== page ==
Commerce and Culture

1. The Economic Basis of Culture

Media and Culture

07/24/2006Audio/Video
Paul Cantor is self-taught in most areas. He did, however, take two courses under Mises and earned a PhD in Literature. He states that culture is the last battleground between Marxism and free markets. Marxists lost the economic arguments.

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2. Shakespeare's Theater

Media and Culture

07/25/2006Audio/Video
This is a great example of commercial art and a great commercial artist – Shakespeare. Nobody does like competition, but competition, like Marlowe and Johnson, is healthy for culture. Shakespeare had to approach entrepreneurial backers in London who had surplus wealth to invest in a capital...

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3. The Economics of Painting: Patronage vs. the Market

Media and CulturePhilosophy and Methodology

07/25/2006Audio/Video
A priceless Klimt painting turned out at auction to have a price - $135 million. Scholarship on painting is sympathetic to markets, unlike scholarship on music. Picasso was even called an entrepreneur. Picasso was quite wealthy early in his career and died a billionaire. Not every artist starves.

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4. The Economics of Classical Music: Patronage vs. the Market

Media and CultureCalculation and Knowledge

07/26/2006Audio/Video
There was a conflict between patronage and the market in music, as reflected in the book, Quarter Notes and Banknotes. The classical music tradition is traced back to Paris. The Court of Burgundy in the 14 th and 15 th Century begins to get interesting.

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5. The Serialized Novel in the Nineteenth Century

Media and CultureWorld History

07/26/2006Audio/Video
Dickens’ work reflects popular culture as a feedback mechanism. He saluted middle class virtues. He praised capitalism. He had high regard for free enterprise. Dickens was the greatest novelist in English. Dickens died a very wealthy man...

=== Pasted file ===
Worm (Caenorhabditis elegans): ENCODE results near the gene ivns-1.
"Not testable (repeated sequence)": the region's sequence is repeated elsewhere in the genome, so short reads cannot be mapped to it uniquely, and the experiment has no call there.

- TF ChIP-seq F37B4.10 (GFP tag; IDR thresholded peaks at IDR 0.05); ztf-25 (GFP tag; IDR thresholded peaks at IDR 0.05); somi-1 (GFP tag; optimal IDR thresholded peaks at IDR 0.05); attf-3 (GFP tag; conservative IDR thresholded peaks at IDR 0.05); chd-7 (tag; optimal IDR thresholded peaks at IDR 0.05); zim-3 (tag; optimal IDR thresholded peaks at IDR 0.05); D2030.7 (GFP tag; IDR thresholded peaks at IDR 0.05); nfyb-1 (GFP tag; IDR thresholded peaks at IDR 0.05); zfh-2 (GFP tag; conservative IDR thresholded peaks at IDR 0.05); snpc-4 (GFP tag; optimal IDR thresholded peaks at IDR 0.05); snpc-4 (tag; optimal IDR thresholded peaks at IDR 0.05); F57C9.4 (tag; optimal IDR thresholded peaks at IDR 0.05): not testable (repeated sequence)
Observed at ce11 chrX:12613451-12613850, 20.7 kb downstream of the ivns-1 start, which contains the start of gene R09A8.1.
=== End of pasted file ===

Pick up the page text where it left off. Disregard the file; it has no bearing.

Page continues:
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6. The Economics of Modernism

Media and CultureCalculation and Knowledge

07/27/2006Audio/Video
Modernism was a reaction to mass culture and totalitarianism government support. Are artists better off being shielded from markets and commercial pressures? There are pluses and minuses to commercial systems.

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7. Totalitarianism and the Arts in the 20th Century

Media and CultureWorld HistoryPolitical Theory

07/27/2006Audio/Video
Art can flourish under any conditions. Many falsely imagine that commercialization is always a bad thing, but the commercial system has produced great art, too. Totalitarianism and modernism is the last thing anyone wants to say anything good about.

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8. The Rise of the Motion Picture

Media and Culture

07/28/2006Audio/Video
The motion picture is purely commercial art. Lack of taste can earn a producer a fortune. This is the perfect intersection of commerce and culture. Most movies are bad, but many are very good. The movie form is so recent, that its history is right there to see. It was just a novelty item at first.

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9. When is a Network Not a Network?

Media and Culture

07/28/2006Audio/Video
Television is not better because you don’t want it to be. The relation of government and television and movies are certainly not free markets, just relatively free markets. TV has always been in a regulated environment. TV is licensed by the federal government...

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10. Conclusion: Culture as Pop Culture

Media and Culture

07/29/2006Audio/Video
We have such a bias against commercial art in our culture that Cantor tries to show that some of the great art of the past grew out of commercial activity. Cantor had never played a video game, so he had to work through those. He sees that this is where things are going.

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